Air Canada (TSX:AC) Is a Scary Investment

No less than a year ago, most investors viewed Air Canada (TSX:AC) as one of the best investments on the market. There was a good reason for that position. Air Canada was one of the best-performing stocks on the market with double-digit (and sometimes triple-digit) growth spanning back years. The company was renewing its fleet, adding new routes and profitable. Unfortunately, that’s all changed now. To be blunt, Air Canada is a scary investment, and not just on Halloween!

Old fears are returning

More than a decade ago, Warren Buffett famously commented on airlines. He alluded to their high costs and specialized needs, which continued to plague the industry. That position eventually gave way to the Oracle of Omaha investing heavily in several airlines. Once 2020 rolled around, he exited that position and has moved on to another intriguing segment.

Nobody can argue that 2020 hasn’t been an absolute disaster for the airline industry. Many of us may struggle to recall the segment prior to the onset of the COVID-19 pandemic, but it was already in decline. Remember the 737-max fiasco? In case you’re wondering, the plane is still grounded, and the FAA last month was calling for design changes to be made before the jet is reintroduced to passenger service. Air Canada has 24 737-Max aircraft in its fleet.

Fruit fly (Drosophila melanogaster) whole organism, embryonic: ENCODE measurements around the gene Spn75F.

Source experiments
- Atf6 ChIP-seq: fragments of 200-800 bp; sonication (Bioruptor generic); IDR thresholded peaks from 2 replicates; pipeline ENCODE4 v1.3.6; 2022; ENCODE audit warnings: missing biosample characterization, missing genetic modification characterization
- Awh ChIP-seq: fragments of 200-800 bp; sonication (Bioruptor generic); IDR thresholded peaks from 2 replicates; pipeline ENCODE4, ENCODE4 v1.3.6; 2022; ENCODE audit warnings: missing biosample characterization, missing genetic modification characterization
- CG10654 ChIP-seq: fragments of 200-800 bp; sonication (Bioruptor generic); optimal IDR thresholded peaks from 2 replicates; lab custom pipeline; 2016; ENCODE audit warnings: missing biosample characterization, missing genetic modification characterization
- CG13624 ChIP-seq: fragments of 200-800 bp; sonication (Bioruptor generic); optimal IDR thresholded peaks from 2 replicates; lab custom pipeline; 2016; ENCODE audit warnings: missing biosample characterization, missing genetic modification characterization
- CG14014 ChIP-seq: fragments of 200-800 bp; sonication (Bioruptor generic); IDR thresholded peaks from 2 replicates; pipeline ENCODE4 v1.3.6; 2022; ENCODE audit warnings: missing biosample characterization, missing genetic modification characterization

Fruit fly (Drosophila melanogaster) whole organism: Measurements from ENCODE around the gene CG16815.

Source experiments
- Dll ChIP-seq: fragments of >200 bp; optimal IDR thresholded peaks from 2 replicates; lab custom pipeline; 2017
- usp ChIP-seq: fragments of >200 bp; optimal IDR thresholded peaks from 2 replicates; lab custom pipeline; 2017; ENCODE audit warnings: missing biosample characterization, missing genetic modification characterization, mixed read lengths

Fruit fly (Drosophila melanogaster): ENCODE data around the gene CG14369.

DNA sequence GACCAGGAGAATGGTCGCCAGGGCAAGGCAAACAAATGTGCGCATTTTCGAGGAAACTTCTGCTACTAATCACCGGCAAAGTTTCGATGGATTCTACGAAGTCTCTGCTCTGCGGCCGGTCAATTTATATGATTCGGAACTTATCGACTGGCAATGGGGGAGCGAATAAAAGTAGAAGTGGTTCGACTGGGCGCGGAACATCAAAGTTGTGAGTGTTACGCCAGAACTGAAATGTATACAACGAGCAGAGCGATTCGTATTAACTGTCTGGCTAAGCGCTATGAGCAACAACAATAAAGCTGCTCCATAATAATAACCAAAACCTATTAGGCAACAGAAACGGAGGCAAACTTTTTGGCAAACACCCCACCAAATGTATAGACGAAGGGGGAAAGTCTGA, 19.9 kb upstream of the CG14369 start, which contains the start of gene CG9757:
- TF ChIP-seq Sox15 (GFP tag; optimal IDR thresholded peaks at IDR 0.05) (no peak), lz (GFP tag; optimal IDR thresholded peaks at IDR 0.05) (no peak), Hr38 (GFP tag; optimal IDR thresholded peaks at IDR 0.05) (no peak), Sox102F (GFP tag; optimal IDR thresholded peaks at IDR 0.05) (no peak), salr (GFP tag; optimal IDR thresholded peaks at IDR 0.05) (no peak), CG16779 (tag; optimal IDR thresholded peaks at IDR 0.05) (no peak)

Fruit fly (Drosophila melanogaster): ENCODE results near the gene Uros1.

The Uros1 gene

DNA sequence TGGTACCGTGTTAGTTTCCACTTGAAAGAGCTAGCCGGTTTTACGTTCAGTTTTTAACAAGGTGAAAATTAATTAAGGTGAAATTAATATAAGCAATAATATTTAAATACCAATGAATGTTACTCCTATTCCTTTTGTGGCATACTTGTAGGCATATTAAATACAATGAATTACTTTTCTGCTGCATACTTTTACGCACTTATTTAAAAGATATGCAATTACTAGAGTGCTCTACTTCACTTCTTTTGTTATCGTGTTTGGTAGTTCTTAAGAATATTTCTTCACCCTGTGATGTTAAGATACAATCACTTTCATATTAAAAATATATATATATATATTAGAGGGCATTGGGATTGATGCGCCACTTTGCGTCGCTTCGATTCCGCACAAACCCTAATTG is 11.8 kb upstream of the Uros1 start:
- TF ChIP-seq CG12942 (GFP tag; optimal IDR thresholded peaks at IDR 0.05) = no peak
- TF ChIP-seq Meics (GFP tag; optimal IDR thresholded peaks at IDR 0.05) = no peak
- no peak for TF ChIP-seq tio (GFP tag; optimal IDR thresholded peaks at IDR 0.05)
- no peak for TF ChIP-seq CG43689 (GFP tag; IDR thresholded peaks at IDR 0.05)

In other words, it could be at least a year before the airline is flying its max fleet again, and several years before the full impact of the pandemic is behind us. That’s also assuming that international governments open their airports to passenger travel, too. The uncertainty around the next two years alone makes Air Canada one scary investment.

Air Canada is a scary investment, but for how long?

To be clear, Air Canada is still operating during the pandemic, just on a reduced schedule with lower passenger volumes. This doesn’t bode well for results that continue to be anything but stellar.

In the most recent quarter, Air Canada moved just 4% of the passengers than it did in the prior quarter. That was the contributing factor in the airline posting a whopping $1.7 billion loss. The loss only adds to the $1.1 billion reported in the prior quarter this past spring. Fortunately, Air Canada still has the liquidity to weather this current storm.

To be clear, there’s little reason to doubt that the pandemic won’t end within the next year and that the worldwide economy (including air travel) will resume again. Air Canada has been through challenging times before, and it will continue to persevere. It’s just that based on the current market conditions, there are far better options on the market at the moment for investors. (even within the airline industry).

In other words, unless you’ve already backed up the truck on Air Canada and are holding on for the recovery, there are far better investments that are a lot less scary to be had.

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